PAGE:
Six things I learned in my first month as an independent author

six-things-i-learned

In an effort to pay it forward to my fellow writers, here are the six things I learned in the month since One Night was released.

1. Tell everyone you know about the book, no matter how self-serving it may seem. Another way to say this is use your network. Telling everyone you know will definitely lead to a spike in sales and could connect you with some key players in the publishing industry. When I told one of my colleagues about my book he connected me with one of his best friends who happens to be the executive editor of a major review publication and an author. I have no idea if knowing him will help me sell books, but it’s good to know him regardless. The more people you have to bounce ideas off of, the better.

2. Be persistent and creative when it comes to setting up events. When I started trying to plan events before my book was released I was met with more opposition than I expected. Silly me, I thought it would be easy to book an event at a library. Despite some setbacks, I continued reaching out to other organizations: writing groups, independent bookstores, rotary clubs, high schools. Not everyone responds favorably, but when they do it definitely brightens my day. When they offer to pay you it’s even better.

3. Your first book signing will be brutal, even if you set realistic expectations. I told my husband if I could sell one book to a person who didn’t know me I’d consider that a success. I beat my goal by several copies, but still. Those first twenty minutes when no one was coming into the store really sank my spirits for a bit.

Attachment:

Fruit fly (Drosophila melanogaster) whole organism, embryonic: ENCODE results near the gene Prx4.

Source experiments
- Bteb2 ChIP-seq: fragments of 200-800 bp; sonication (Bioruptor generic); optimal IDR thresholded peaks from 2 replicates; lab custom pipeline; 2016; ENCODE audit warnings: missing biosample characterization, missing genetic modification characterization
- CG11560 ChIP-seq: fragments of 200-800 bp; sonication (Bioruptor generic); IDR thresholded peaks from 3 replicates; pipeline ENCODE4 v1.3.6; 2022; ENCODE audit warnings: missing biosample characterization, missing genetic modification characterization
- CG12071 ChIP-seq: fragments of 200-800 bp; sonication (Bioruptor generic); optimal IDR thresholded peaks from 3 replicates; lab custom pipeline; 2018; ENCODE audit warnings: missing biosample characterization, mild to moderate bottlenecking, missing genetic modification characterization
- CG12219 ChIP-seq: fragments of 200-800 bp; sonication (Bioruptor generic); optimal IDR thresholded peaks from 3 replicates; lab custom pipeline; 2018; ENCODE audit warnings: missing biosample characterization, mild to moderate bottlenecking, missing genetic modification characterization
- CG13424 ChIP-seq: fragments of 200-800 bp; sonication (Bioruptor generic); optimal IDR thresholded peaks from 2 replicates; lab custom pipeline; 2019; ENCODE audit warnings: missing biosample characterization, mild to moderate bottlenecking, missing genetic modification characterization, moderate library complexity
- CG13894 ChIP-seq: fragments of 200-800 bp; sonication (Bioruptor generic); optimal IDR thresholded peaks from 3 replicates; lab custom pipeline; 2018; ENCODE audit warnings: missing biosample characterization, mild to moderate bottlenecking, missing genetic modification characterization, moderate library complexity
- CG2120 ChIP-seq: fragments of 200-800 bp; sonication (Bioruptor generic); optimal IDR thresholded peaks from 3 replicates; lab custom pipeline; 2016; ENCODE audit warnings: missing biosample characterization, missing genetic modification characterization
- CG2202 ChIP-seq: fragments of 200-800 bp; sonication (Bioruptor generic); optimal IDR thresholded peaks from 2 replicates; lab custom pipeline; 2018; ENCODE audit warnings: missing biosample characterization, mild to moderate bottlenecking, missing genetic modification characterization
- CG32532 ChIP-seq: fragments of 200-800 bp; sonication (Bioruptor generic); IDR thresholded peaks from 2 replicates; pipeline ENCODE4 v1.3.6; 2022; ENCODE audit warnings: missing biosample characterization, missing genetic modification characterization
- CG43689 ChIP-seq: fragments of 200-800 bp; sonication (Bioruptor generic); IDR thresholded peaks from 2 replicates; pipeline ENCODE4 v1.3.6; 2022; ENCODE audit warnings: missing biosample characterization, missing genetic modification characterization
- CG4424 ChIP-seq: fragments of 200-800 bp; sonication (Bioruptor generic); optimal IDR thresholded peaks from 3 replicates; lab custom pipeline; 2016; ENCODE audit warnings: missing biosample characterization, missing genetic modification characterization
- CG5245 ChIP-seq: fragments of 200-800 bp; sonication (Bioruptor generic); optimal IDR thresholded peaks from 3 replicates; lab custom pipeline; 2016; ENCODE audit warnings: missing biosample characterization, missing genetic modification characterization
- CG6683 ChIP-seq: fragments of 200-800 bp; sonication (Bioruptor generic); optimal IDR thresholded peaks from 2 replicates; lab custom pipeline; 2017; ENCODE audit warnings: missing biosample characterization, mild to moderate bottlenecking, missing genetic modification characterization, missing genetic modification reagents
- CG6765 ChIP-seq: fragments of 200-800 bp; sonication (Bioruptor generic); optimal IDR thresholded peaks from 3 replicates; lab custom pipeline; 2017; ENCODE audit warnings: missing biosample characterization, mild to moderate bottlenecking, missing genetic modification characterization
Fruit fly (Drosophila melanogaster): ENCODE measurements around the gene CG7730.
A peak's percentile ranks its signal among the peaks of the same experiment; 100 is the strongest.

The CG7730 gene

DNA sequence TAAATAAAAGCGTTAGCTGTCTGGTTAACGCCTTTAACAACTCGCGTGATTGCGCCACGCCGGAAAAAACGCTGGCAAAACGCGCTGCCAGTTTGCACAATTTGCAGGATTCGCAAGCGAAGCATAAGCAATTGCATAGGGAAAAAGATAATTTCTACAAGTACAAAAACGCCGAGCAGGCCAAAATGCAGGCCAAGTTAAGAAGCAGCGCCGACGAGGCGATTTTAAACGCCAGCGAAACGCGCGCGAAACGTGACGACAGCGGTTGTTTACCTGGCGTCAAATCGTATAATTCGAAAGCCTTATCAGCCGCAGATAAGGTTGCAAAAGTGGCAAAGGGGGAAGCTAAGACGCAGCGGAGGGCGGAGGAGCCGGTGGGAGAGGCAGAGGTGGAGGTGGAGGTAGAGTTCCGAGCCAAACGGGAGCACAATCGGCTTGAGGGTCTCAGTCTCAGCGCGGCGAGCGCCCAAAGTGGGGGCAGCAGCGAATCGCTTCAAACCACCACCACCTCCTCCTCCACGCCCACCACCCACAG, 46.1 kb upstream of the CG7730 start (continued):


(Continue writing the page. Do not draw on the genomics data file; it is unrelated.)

4. Try everything when it comes to marketing, within budget of course, and if it works do more of it. That’s really all there is to it. I’ve found that a promotion is only worth my time if it results in sales, reviews, email signups, or significant traffic to my web site. Significant for me is defined as 30-50% more page views and visitors than I get on an average day.

5. If you are mailing copies of your book within the United States tell the post office worker you want to send it via media mail. This is oftentimes half the price of regular postage, sometimes even less. I discovered this on accident when the lady at the post office asked if I had a book in the package I was mailing to a giveaway winner.

6. When you’re doing everything yourself, the wins are that much sweeter. When you get your first five-star review or an email from a reader who doesn’t know you you’ll be reminded of why you decided to do this in the first place. When someone who bought your book online comes to your book signing just to have you sign it (the same brutal book signing mentioned above) you’ll feel like your hard work hasn’t been for naught.

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One thought on “Six things I learned in my first month as an independent author

  1. Kathy Steinemann says:

    Oh, oh! I have a couple.

    Expect to lose a lot of sleep the first day or two while the adrenaline rush takes over your life.

    Learn to say no when people ask you to overextend yourself.

    Thanks, Deanna. Sage advice.

    Like

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